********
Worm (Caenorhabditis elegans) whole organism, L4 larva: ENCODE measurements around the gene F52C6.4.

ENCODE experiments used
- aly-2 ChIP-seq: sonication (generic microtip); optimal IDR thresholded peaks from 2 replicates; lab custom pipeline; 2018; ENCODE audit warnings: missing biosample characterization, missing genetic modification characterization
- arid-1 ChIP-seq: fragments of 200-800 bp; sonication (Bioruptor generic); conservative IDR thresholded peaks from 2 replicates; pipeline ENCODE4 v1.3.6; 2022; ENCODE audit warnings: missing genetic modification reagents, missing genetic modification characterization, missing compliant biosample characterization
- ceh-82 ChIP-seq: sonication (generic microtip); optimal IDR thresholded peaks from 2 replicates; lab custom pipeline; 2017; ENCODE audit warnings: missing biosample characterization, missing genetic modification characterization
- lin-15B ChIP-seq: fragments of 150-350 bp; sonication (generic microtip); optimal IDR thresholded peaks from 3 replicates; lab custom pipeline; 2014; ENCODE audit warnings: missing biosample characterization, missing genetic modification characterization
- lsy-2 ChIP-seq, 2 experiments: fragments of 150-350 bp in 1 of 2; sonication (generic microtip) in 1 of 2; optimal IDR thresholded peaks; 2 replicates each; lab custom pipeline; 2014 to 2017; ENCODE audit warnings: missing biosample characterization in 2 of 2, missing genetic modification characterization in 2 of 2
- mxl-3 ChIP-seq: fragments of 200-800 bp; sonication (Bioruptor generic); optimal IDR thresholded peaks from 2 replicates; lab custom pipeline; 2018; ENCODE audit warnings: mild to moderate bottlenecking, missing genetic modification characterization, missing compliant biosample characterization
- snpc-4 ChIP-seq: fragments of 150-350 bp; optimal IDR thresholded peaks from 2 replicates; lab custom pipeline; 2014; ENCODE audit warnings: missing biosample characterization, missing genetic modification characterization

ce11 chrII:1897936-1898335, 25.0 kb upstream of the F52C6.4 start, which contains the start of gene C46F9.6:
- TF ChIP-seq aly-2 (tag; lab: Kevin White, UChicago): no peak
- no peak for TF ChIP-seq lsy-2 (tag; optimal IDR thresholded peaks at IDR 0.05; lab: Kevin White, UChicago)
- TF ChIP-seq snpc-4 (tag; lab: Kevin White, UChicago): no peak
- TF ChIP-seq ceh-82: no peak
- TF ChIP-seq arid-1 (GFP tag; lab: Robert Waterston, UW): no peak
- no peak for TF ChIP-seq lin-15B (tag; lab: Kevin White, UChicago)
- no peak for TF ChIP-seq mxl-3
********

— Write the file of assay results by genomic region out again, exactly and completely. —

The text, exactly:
Worm (Caenorhabditis elegans) whole organism, L4 larva: ENCODE measurements around the gene F52C6.4.

ENCODE experiments used
- aly-2 ChIP-seq: sonication (generic microtip); optimal IDR thresholded peaks from 2 replicates; lab custom pipeline; 2018; ENCODE audit warnings: missing biosample characterization, missing genetic modification characterization
- arid-1 ChIP-seq: fragments of 200-800 bp; sonication (Bioruptor generic); conservative IDR thresholded peaks from 2 replicates; pipeline ENCODE4 v1.3.6; 2022; ENCODE audit warnings: missing genetic modification reagents, missing genetic modification characterization, missing compliant biosample characterization
- ceh-82 ChIP-seq: sonication (generic microtip); optimal IDR thresholded peaks from 2 replicates; lab custom pipeline; 2017; ENCODE audit warnings: missing biosample characterization, missing genetic modification characterization
- lin-15B ChIP-seq: fragments of 150-350 bp; sonication (generic microtip); optimal IDR thresholded peaks from 3 replicates; lab custom pipeline; 2014; ENCODE audit warnings: missing biosample characterization, missing genetic modification characterization
- lsy-2 ChIP-seq, 2 experiments: fragments of 150-350 bp in 1 of 2; sonication (generic microtip) in 1 of 2; optimal IDR thresholded peaks; 2 replicates each; lab custom pipeline; 2014 to 2017; ENCODE audit warnings: missing biosample characterization in 2 of 2, missing genetic modification characterization in 2 of 2
- mxl-3 ChIP-seq: fragments of 200-800 bp; sonication (Bioruptor generic); optimal IDR thresholded peaks from 2 replicates; lab custom pipeline; 2018; ENCODE audit warnings: mild to moderate bottlenecking, missing genetic modification characterization, missing compliant biosample characterization
- snpc-4 ChIP-seq: fragments of 150-350 bp; optimal IDR thresholded peaks from 2 replicates; lab custom pipeline; 2014; ENCODE audit warnings: missing biosample characterization, missing genetic modification characterization

ce11 chrII:1897936-1898335, 25.0 kb upstream of the F52C6.4 start, which contains the start of gene C46F9.6:
- TF ChIP-seq aly-2 (tag; lab: Kevin White, UChicago): no peak
- no peak for TF ChIP-seq lsy-2 (tag; optimal IDR thresholded peaks at IDR 0.05; lab: Kevin White, UChicago)
- TF ChIP-seq snpc-4 (tag; lab: Kevin White, UChicago): no peak
- TF ChIP-seq ceh-82: no peak
- TF ChIP-seq arid-1 (GFP tag; lab: Robert Waterston, UW): no peak
- no peak for TF ChIP-seq lin-15B (tag; lab: Kevin White, UChicago)
- no peak for TF ChIP-seq mxl-3